On Demand Webinar
Optimize Multi-Channel Ecommerce with NetSuite Integration
With multi-channel Ecommerce, businesses can easily reach wider audiences and increase their sales. Today, in addition to selling through their storefront, many merchants take advantage of selling on multiple marketplaces, social media, mobile and messaging applications. When there is no integration in place to automate business processes across various channels, this approach can result in increased operational workload, having no cash visibility and poor customer experience.
In this on demand webinar, panelists from Perfect Keto and Stio, will discuss how integration with NetSuite helped them to manage multi-channel Ecommerce operations efficiently while providing cash visibility and without degrading customer experience.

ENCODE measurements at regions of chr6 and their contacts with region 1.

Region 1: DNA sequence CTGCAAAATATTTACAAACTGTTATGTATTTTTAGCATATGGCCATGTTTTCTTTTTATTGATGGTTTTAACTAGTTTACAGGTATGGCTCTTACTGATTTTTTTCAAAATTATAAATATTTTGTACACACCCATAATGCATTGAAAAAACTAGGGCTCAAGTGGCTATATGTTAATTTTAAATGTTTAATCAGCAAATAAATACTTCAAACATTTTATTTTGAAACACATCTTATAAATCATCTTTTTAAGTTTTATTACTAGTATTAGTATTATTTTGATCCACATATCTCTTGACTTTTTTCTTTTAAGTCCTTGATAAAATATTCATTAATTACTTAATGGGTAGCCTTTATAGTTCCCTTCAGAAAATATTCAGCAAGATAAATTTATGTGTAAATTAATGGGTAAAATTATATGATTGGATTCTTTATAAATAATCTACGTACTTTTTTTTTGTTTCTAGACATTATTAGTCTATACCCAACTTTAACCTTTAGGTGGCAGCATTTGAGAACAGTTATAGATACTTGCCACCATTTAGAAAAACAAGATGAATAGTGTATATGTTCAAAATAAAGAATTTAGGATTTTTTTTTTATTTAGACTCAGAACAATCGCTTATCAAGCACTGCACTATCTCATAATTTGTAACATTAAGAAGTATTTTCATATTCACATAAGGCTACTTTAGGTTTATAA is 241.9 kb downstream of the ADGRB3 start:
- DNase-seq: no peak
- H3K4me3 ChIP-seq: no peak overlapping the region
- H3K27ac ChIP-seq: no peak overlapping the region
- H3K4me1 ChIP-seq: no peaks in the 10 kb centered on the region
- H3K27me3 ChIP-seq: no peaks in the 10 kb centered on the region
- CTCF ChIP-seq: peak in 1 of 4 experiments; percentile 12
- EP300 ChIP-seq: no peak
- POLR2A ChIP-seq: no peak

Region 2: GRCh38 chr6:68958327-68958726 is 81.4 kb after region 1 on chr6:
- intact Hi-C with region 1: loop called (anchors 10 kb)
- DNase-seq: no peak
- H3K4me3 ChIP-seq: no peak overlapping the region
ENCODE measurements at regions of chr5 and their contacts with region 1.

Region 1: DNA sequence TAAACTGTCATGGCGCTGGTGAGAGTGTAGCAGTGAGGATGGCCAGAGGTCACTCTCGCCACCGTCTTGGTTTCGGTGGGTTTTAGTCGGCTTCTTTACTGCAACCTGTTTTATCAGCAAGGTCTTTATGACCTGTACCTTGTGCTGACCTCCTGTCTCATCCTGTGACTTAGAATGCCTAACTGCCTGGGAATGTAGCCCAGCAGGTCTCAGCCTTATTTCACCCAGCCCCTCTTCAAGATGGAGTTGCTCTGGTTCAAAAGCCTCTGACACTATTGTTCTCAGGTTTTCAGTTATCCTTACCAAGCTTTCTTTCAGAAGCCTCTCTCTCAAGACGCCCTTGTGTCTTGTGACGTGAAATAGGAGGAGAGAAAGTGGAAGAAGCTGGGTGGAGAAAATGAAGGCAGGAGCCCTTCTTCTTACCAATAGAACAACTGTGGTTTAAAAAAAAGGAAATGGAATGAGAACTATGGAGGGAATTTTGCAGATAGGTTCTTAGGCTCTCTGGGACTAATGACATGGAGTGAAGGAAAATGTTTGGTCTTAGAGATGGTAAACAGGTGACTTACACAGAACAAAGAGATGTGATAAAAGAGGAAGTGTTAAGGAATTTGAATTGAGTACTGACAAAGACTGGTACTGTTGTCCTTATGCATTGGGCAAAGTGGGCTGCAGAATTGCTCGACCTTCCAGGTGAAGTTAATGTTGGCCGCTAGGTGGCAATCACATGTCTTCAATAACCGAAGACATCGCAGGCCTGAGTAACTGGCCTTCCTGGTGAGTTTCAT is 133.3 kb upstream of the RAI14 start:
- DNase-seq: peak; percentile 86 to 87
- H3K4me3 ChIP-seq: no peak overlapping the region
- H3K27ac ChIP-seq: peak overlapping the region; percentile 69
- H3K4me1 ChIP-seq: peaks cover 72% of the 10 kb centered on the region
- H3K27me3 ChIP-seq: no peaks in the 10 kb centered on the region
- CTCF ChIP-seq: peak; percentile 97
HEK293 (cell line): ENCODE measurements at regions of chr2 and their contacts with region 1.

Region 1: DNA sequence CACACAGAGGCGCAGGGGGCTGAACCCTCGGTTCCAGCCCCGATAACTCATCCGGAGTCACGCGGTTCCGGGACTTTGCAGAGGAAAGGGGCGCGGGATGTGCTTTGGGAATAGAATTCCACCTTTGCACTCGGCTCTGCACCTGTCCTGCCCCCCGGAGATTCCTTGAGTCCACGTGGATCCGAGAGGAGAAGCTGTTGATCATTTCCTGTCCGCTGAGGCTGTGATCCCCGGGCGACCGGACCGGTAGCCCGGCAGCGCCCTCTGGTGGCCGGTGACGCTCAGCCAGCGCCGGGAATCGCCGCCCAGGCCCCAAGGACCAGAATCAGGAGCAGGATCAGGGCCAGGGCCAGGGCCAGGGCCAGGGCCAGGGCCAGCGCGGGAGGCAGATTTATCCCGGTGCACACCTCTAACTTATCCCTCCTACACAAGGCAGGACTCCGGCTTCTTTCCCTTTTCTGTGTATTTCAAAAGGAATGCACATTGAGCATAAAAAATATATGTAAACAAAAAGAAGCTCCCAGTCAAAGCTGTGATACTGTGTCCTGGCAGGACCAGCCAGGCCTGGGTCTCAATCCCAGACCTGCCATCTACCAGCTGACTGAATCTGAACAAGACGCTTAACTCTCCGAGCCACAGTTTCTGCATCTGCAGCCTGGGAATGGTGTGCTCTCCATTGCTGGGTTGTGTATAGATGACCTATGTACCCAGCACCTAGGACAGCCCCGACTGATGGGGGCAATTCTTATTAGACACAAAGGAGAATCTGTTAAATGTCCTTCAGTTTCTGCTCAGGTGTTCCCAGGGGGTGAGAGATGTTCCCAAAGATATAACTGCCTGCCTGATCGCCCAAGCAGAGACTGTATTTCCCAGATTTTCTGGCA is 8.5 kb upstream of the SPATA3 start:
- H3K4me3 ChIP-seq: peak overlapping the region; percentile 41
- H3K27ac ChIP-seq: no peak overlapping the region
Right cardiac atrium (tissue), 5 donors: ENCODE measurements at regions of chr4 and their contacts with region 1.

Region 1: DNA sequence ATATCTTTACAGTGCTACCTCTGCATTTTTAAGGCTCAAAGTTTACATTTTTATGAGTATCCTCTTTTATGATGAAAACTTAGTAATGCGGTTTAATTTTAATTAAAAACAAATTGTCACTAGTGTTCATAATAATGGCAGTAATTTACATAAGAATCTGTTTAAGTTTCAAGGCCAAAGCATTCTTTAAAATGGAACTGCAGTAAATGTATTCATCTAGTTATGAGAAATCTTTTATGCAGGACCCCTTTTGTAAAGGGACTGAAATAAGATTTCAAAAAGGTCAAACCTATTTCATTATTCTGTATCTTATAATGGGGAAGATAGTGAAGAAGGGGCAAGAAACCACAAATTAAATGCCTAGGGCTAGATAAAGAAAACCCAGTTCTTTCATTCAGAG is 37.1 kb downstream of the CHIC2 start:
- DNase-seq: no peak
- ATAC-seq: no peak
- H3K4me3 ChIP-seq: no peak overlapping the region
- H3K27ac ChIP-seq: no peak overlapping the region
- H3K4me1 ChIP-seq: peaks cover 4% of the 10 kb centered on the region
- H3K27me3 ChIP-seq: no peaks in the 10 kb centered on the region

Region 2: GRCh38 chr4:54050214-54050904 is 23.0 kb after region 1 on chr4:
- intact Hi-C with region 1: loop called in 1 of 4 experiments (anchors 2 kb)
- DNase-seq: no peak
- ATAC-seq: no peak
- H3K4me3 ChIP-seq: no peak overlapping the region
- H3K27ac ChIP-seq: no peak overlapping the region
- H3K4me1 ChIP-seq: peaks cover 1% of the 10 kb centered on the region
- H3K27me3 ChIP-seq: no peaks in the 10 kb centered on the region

Watch this webinar to learn about:
- A typical multi-channel Ecommerce approach
- Common challenges of multi-channel Ecommerce
- How automation through integration helps streamline business operations
- How to leverage iPaaS to centrally manage all your Ecommerce channels from NetSuite
- And much more…
Full Webinar Transcript